From Puzzles to Principles?

From Puzzles to Principles? : Essays on Aristotle's Dialectic

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Scholars of classical philosophy have long disputed whether Aristotle was a dialectical thinker. Most agree that Aristotle contrasts dialectical reasoning with demonstrative reasoning, where the former reasons from generally accepted opinions and the latter reasons from the true and primary. Starting with a grasp on truth, demonstration never relinquishes it. Starting with opinion, how could dialectical reasoning ever reach truth, much less the truth about first principles? Is dialectic then an exercise that reiterates the prejudices of one's times and at best allows one to persuade others by appealing to these prejudices, or is it the royal road to first principles and philosophical wisdom? In From Puzzles to Principles? May Sim gathers experts to argue both these positions and offer a variety of interpretive possibilities. The contributors' thoughtful reflections on the nature and limits of dialectic should play a crucial role in Aristotelian scholarship.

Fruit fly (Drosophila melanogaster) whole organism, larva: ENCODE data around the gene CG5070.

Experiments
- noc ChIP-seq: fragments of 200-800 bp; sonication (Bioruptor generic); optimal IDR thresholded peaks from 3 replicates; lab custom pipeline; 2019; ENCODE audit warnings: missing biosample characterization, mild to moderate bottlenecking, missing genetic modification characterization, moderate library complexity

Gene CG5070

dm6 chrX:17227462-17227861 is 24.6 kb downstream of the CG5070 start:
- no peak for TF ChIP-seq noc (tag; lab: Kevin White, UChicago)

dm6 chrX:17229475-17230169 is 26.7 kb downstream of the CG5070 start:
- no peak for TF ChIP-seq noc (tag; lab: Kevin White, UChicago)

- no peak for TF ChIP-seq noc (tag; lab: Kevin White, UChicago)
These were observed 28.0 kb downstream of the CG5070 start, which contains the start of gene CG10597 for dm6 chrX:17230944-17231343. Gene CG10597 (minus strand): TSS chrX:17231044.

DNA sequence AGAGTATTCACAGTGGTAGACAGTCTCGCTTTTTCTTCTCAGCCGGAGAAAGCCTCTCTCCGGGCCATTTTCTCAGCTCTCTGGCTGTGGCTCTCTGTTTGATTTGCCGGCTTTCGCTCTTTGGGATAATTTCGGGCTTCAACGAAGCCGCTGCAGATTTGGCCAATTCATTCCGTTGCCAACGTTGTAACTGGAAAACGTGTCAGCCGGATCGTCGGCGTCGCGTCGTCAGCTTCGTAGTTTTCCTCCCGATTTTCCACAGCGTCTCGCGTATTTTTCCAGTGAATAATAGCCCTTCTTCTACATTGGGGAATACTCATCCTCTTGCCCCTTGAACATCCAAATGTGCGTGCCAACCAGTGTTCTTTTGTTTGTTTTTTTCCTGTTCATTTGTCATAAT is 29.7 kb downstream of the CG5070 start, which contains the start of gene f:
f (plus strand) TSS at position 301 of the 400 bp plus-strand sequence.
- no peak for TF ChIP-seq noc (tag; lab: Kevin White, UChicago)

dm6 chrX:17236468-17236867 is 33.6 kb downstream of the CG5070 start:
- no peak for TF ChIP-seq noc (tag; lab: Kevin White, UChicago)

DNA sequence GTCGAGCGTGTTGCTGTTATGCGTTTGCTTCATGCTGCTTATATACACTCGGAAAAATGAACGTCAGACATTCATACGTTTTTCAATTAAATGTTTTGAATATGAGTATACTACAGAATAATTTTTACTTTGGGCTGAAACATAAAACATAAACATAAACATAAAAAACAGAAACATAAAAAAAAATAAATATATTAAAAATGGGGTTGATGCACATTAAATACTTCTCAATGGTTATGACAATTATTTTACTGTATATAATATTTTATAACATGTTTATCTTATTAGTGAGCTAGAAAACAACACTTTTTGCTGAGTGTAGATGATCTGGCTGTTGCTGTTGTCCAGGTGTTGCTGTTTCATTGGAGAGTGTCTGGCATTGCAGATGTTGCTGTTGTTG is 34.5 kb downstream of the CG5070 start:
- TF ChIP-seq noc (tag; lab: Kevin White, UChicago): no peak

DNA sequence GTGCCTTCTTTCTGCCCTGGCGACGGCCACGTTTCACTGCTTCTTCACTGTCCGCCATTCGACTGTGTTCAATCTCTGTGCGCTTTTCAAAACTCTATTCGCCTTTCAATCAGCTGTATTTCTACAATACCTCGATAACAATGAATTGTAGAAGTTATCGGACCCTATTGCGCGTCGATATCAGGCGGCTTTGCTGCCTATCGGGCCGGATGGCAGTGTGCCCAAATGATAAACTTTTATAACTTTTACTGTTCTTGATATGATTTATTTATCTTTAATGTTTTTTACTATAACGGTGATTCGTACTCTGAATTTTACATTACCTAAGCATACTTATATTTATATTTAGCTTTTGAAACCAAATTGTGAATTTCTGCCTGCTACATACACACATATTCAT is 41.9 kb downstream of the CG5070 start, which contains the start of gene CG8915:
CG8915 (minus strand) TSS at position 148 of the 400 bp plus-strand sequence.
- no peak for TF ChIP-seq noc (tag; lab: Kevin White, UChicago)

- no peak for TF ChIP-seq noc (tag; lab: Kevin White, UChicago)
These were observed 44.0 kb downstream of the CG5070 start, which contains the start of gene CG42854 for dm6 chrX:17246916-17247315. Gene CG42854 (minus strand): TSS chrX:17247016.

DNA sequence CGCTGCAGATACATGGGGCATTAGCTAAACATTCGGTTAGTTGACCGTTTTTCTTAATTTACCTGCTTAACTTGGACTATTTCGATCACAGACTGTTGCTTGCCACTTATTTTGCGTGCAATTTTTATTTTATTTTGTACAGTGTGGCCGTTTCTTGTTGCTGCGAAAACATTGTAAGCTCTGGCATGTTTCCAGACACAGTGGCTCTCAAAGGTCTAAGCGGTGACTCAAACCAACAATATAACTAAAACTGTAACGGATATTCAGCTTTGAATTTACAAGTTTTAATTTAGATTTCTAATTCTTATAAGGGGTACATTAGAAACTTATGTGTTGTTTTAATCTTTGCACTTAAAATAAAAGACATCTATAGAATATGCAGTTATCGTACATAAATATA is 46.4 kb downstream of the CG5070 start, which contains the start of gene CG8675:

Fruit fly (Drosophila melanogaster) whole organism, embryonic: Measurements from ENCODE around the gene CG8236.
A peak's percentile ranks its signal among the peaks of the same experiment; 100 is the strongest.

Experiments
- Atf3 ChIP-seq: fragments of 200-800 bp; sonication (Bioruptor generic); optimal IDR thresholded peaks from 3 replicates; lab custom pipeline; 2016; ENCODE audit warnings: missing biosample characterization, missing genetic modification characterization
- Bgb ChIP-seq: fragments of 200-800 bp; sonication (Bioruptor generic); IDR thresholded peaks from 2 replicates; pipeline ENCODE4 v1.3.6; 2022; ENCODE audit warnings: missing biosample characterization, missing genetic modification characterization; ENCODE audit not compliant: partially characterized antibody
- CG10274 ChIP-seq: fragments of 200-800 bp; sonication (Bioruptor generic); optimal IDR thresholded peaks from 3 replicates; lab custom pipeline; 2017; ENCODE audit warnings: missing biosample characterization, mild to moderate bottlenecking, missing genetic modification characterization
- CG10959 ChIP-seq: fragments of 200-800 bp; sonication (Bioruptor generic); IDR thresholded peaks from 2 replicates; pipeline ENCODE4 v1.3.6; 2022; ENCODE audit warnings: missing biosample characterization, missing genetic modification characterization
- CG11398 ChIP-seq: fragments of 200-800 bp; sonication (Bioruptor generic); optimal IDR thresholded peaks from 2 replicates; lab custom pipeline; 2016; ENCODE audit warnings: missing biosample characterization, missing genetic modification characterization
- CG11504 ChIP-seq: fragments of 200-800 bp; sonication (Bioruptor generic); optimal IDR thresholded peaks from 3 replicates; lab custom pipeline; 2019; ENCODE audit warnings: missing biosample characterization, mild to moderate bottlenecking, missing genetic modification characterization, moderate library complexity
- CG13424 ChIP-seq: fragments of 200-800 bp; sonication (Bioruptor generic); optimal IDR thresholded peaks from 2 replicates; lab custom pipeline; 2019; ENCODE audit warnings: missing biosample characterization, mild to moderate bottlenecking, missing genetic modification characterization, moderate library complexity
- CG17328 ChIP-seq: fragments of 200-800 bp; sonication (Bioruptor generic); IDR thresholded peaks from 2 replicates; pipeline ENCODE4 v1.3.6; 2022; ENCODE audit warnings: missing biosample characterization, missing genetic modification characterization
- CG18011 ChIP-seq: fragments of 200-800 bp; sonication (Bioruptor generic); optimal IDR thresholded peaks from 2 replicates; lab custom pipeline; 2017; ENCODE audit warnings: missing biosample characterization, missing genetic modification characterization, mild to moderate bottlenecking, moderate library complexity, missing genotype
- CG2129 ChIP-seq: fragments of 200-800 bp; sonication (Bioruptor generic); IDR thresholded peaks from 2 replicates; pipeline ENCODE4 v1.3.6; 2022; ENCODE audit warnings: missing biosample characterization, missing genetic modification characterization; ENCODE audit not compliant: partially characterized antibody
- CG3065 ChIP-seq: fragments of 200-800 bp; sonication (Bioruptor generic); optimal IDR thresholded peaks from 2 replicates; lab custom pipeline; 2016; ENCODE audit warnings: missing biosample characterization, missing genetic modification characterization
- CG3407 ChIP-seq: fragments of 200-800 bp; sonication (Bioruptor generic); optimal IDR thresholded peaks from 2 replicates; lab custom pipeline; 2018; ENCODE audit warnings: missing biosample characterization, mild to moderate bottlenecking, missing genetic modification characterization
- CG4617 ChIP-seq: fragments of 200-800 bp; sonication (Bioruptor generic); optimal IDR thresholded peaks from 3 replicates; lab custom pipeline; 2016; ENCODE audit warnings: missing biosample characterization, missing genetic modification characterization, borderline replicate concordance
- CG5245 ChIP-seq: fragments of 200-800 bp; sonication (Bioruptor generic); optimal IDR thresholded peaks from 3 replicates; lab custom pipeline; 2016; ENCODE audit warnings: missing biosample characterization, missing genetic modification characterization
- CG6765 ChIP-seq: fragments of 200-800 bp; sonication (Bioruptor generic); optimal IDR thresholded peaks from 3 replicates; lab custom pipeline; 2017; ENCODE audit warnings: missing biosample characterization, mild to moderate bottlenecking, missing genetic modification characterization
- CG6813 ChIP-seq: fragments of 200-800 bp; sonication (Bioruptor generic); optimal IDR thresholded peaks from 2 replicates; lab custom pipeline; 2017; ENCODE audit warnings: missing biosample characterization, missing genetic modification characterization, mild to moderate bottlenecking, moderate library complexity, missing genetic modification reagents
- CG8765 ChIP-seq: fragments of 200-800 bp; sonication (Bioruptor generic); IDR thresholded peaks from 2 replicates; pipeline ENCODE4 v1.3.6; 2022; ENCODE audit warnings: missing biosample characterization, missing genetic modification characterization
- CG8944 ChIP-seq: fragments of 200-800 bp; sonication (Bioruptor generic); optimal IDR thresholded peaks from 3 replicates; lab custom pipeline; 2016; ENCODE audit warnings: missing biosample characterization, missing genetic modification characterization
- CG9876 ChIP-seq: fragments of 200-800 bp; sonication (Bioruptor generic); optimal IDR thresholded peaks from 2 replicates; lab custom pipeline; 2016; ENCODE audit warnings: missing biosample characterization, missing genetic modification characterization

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Product details

  • Hardback | 288 pages
  • 158 x 235 x 20mm | 499g
  • Lanham, MD, United States
  • English
  • 0739100289
  • 9780739100288

Table of contents

chapter 1 Introduction, For Dialectic Puts Questions about Matters which Philosophy Knows chapter 2 The Diodorean Modalites and the Master Argument chapter 3 Dialectic and Method in Aristotle chapter 4 The Epistemological Basis of Aristotelian Dialectic chapter 5 Choosing the Good in Aristotle's Topics chapter 6 The Normalization of Perplexity in Aristotle chapter 7 Dialectic, Contradiction, and Paraconsistency in Aristotle chapter 8 Perception and Dialectic in Aristotle's De Anima chapter 9 Aristotle's Discovery of First Principles chapter 10 Dialectical Communities: From One to the Many and Back chapter 11 Poetry, History, and Dialectic
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About May Sim

May Sim is Associate Professor of Philosophy at Oklahoma State University. She is the editor of The Crossroads of Norm and Nature: Essays on Aristotle's Ethics and Metaphysics (Rowman & Littlefield, 1995).
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